Fears of war in Iraq and weak economies deal double whammy to global markets

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The Independent Online

Stock markets in London and New York ended their third consecutive week in the red yesterday, as fears over the strength of economic recovery added to mounting tension around a war with Iraq.

Stock markets in London and New York ended their third consecutive week in the red yesterday, as fears over the strength of economic recovery added to mounting tension around a war with Iraq.

Weak economic data and a severe profits warning from Lucent Technologies, the US's largest telephone maker, triggered a nosedive on Wall Street and in the City.

In London the FTSE 100 came within a whisker of the key 4,000 mark, falling 76 points or 1.9 per cent, to 4,008. It had fallen as much as 148 points to 3,927, which traders believe would open up the path for another sharp drop to as low as 3,500.

The misery started when MobilCom, the German company, said it would file for insolvency. This triggered a drop in telecoms shares while banks were hit by worries over exposure to the debt-ridden telecoms sector.

Yesterday, the International Monetary Fund warned that European banks and insurers were at risk from their exposure to the fallout from the slump in telecoms, media and technology shares.

Stock markets across Europe dropped, with share indices in Frankfurt, Paris and Zurich all slumping more than 2 per cent. In Asia the Japanese market dropped 1.8 per cent.

The pain spread to America where industrial giants from the new and old economies issued severe profits warnings.

Lucent said its business was much worse than analysts had feared and more job cuts were likely as spending by telephone companies continues to deteriorate.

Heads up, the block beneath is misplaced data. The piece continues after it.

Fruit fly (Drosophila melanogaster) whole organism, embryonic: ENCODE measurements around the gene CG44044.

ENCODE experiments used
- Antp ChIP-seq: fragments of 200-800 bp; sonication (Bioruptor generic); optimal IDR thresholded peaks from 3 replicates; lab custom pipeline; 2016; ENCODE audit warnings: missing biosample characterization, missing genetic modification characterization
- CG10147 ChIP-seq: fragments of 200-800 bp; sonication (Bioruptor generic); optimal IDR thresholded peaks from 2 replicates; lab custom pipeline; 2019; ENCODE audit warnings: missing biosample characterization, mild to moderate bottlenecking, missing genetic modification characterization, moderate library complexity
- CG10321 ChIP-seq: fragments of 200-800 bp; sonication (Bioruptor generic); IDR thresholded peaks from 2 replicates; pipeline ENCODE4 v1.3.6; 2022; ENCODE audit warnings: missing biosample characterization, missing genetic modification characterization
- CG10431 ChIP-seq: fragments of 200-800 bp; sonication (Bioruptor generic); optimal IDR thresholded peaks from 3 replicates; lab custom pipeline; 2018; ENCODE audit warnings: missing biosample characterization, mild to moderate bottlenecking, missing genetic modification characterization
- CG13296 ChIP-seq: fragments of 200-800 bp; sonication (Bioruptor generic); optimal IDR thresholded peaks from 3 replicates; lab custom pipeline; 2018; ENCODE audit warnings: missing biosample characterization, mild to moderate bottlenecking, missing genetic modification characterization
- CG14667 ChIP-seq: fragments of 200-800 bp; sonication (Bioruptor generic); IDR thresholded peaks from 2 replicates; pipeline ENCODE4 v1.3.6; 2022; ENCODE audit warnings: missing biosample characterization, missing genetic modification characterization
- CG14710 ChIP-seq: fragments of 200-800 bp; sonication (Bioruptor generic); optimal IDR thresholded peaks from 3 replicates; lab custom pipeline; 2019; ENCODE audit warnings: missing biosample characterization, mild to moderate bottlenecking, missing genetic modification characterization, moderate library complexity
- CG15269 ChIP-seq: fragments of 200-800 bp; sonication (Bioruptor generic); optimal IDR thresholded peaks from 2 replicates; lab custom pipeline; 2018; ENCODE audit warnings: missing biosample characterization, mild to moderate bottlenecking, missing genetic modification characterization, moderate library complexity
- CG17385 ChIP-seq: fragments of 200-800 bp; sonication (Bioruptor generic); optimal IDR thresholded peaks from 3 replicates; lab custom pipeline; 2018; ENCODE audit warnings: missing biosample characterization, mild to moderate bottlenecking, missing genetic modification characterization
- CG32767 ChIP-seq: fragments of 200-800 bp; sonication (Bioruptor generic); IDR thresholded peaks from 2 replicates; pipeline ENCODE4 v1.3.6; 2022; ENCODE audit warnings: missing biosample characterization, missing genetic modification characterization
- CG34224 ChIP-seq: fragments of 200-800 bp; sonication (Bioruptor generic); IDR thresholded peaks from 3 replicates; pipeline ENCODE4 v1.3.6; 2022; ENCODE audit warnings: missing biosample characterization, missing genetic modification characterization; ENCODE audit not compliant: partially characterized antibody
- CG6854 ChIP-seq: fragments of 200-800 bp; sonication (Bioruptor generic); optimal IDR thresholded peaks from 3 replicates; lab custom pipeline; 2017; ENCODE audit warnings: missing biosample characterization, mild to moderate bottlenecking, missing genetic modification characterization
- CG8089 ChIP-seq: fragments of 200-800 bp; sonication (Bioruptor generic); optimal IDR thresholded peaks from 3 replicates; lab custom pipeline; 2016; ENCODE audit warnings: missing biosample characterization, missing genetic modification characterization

Honeywell, the industrial conglomerate, slashed its third-quarter and 2002 profit forecasts for the second time this year.

The blue-chip Dow Jones lost 67 points to close at 8,312.7, leaving the index down 1.4 per cent on the week.

Mounting fear of an imminent outbreak against Iraq also played a role in depressing confidence. Oil prices jumped sharply after Iraq rejected US demands to allow weapons inspectors into the Arab oil exporting country.

Brent crude oil for November delivery climbed 58 cents to end at $28.31 a barrel, while in New York US crude rose 96 cents to $29.81.

Meanwhile, Alvaro Silva, the secretary general of Opec, hinted that the oil cartel might not raise production next week to help bring down prices.

"The problem is not a shortage of oil," he told Reuters yesterday, adding that he was not concerned by rising prices.

On the economic front, another strong month of retail sales was offset by a fresh slump in consumer confidence.

Spending at US shops jumped 0.8 per cent last month, greater than analysts had forecast and after rises of 1.1 per cent in July and 1.4 per cent in June. But consumer sentiment fell for a fourth straight month in September, dropping to 86.2 from 87.6 according to the index from the University of Michigan survey.

"As long as consumers continue to spend, I'm not sure we should care whether they have a smile on their faces while they do so," Stephen Stanley, senior economist at Greenwich Capital Markets, said.

Optimism among consumers has fallen from a peak of 96.9 in May as scandals over corporate accounting and tensions over the Middle East have sapped confidence. The issue for economists is whether the upturn in the wider economy can take off before mounting pessimism finally saps the will of the average American to shop.

Ian Morris, US economist at HSBC, said that despite the fall-off in confidence, the Michigan index was still above its long-term average. "In other words, this level of confidence is still consistent with reasonable consumption," he said. "Consumer recessions tend to be associated with sub-70."

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